Palo Alto Weekly

Real Estate - July 1, 2011

Inspiration is cheap

Clay and glass festival offers art to budget-conscious public

by Jeff Carr

Fine art and functional art have been at odds for centuries, twisting and complicating the very definition of art itself. Similarly, like oil and watercolor, the words "artistic" and "affordable" rarely combine well, especially in such affluent places as Palo Alto.

Bringing these disparate concepts together, however, is a grand goal of many of the artists displaying and selling their work at the Palo Alto Clay & Glass Festival, July 9 and 10.

More than 150 artists are expected at this year's event in Rinconada Park, and a full schedule of demonstrations will allow attendees to watch professional artists at work, and even try their own hands at ceramics. Felton glass artist April Zilber noted that in addition to the exceptional quality of the work displayed at the annual festival, the event's format also brings with it distinct advantages over broader art shows.

"There aren't 20 different media, so you get to see the full extent of what's possible here," she said. "There is incredible breadth and depth just within clay and glass."

The breadth and depth also extends to the participating artists. Zilber, who has a Ph.D in biochemistry, spent several years in science before turning her full attention to art in 1992. She said that although her past profession was "intellectually interesting," the laboratory work often became repetitive and tedious.

As an artist, she said, she still performs experiments, but they don't have to reach an expected result to be worthwhile. The aversion to tedium keeps Zilber's focus not on bowls and plates, but on architectural glass and lighting.

"I have to keep it interesting for myself," she said. For her, this means sacrificing some of the functionality that often characterizes clay and glass work.

Walnut Creek ceramicist Cheryl Wolff cherishes the idea that her work can be seen, handled and used on a daily basis. "When you make functional ceramics, you really want people to use it," she said. "Functional ceramics is why I got involved in the first place." Palo Altan Doris Fischer-Colbrie agrees. "With ceramics, you can enjoy the feel, the texture," she said. "It's more intimate, which makes it more accessible." Fischer-Colbrie will be participating in her hometown festival for the first time.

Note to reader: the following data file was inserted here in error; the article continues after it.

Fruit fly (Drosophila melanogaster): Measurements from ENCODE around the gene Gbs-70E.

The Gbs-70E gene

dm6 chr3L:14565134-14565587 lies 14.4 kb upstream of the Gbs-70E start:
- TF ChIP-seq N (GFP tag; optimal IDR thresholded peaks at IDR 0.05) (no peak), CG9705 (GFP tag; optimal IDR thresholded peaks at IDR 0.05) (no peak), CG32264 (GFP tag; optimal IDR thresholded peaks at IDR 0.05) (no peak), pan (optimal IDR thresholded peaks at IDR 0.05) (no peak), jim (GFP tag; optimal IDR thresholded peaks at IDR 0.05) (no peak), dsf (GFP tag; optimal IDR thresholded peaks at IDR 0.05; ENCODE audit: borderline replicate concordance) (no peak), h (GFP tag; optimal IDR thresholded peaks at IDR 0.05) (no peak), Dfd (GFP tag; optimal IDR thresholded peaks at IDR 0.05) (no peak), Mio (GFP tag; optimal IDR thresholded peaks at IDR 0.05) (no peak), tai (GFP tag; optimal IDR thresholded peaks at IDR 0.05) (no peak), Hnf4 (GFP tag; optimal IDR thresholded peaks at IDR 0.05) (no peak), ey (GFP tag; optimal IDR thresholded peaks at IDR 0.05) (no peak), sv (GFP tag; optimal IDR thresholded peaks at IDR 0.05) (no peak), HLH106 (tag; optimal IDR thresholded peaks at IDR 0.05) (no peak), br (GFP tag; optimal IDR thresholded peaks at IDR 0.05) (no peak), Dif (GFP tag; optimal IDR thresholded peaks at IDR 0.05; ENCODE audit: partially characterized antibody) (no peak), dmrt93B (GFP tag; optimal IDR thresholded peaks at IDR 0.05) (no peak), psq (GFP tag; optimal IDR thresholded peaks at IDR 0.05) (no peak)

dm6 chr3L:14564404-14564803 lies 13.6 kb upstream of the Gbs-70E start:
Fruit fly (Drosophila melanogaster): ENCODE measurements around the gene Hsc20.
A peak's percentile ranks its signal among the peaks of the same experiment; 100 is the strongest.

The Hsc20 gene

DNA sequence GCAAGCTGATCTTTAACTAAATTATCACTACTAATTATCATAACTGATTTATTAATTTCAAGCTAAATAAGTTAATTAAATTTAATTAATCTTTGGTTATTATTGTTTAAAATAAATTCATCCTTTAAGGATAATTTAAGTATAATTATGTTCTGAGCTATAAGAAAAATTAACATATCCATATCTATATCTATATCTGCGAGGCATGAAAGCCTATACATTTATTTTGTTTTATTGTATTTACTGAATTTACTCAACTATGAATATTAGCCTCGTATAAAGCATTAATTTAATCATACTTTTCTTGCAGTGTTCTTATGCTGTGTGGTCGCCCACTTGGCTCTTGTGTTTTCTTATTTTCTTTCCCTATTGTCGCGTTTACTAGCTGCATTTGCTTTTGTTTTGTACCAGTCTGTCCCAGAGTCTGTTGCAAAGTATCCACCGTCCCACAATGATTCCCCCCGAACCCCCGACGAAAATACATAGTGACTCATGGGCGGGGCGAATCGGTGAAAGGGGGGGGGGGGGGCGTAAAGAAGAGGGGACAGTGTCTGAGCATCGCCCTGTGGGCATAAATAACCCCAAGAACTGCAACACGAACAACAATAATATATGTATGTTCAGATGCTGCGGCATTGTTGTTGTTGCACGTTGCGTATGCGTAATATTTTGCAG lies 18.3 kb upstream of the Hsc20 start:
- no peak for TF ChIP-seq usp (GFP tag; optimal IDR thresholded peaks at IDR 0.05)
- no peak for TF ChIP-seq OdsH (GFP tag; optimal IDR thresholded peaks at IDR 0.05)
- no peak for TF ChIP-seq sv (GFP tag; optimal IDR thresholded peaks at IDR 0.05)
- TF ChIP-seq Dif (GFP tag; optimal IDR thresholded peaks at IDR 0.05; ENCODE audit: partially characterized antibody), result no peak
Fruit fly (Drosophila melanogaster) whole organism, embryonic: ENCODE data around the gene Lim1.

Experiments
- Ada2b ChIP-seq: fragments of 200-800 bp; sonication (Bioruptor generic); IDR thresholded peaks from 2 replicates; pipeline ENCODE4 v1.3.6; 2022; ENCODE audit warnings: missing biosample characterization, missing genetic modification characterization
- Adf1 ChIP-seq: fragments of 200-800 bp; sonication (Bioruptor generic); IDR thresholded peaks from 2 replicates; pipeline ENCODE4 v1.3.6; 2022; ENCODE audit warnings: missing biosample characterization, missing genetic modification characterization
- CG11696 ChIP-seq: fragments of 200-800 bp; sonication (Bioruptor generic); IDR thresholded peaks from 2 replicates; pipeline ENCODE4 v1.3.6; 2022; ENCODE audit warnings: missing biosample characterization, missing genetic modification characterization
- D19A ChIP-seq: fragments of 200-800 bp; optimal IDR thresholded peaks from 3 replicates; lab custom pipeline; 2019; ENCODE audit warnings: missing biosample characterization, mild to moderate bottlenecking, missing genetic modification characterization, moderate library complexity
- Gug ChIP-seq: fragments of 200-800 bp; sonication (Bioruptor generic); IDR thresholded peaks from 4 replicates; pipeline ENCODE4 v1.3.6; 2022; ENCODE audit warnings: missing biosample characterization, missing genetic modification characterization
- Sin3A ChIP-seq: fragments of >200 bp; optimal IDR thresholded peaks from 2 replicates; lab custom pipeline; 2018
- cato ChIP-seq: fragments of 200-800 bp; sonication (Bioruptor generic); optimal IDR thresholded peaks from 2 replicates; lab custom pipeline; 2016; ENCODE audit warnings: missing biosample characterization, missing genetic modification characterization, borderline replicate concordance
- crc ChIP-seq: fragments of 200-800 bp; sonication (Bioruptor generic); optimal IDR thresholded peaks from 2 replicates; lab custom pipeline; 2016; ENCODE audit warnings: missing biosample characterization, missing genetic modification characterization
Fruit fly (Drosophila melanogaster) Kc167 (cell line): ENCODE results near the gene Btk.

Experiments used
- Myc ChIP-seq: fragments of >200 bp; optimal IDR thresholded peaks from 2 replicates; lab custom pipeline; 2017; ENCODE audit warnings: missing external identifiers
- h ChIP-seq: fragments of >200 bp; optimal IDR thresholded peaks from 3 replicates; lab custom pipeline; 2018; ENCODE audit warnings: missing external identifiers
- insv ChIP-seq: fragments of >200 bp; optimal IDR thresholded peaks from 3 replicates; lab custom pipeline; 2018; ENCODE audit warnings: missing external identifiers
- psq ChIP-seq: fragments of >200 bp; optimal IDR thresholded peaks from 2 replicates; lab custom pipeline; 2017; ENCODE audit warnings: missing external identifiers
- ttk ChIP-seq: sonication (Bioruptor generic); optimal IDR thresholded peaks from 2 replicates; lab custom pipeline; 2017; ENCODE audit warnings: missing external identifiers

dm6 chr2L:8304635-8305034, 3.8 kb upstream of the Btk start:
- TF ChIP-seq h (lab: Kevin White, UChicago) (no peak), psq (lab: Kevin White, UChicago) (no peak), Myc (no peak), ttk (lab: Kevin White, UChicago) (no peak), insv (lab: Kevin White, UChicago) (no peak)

The desire to have their pieces actually used also drives Wolff and others to sell their wares at lower prices than might otherwise be expected for hand-made art. One of her birdhouses — this one nearly spherical — is featured in the extensive "Affordable Beauty" line, an under-$100 collection that festival organizers are promoting in hopes of attracting budget-conscious art lovers.

Keeping the work interesting and traversing the functional/fine art line aren't the only challenges faced by today's clay and glass artists, however, nor perhaps the most pressing. In the time since Zilber and Wolff began their artistic careers, the Internet and social media have become game-changers.

Not all who work in clay and glass market their creations online, of course. Fischer-Colbrie said she has been "thinking about it," but hasn't reached that point yet. For many, however, including Sonoma ceramicist lyn swan, the art is also a livelihood — one she pursues for an estimated 60 hours each week. As such, swan has found it necessary to adapt to the imposition of modern technology. For her colorful tableware, which she describes as utilitarian and playful, swan makes use of Etsy, a popular online marketplace for arts and handicrafts.

"If it comes out nice, you have an instant audience, instant feedback," she said. "Sometimes, I take it out of the kiln, and within two minutes, it's already on Etsy."

That's not to say that swan views her work as an artless moneymaking machine. "When you do what you love to do, it doesn't seem like a job," she said. She does feel pressure to repeat and replicate best-selling items, a process, she admits, that becomes mechanical. In the end, though, since all of her work is handmade, no two pieces are exactly alike.

This, swan said, highlights the importance of shows such as the Palo Alto festival. Since each work is unique, customers gain a great deal by being able to handle each plate and bowl to ensure that they mesh well and stack well, if they wish to assemble a set. For swan, the shows and the online marketing build on each other. "People see my work at a show, and then buy it on Etsy. I think it works really well."

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What: Palo Alto Clay & Glass Festival

When: July 9-10, 10 a.m. to 5 p.m.

Where: Rinconada Park, 777 Embarcadero Road, Palo Alto

Cost: Admission is free.

Info: www.clayglassfestival.com

[u1]who has a Ph.D. in what???? - could read: Zilber, who has a Ph.D. in biochemistry, didn't turn her full attention to art until 1992...

Editorial Intern Jeff Carr can be emailed at jcarr@paweekly.com.

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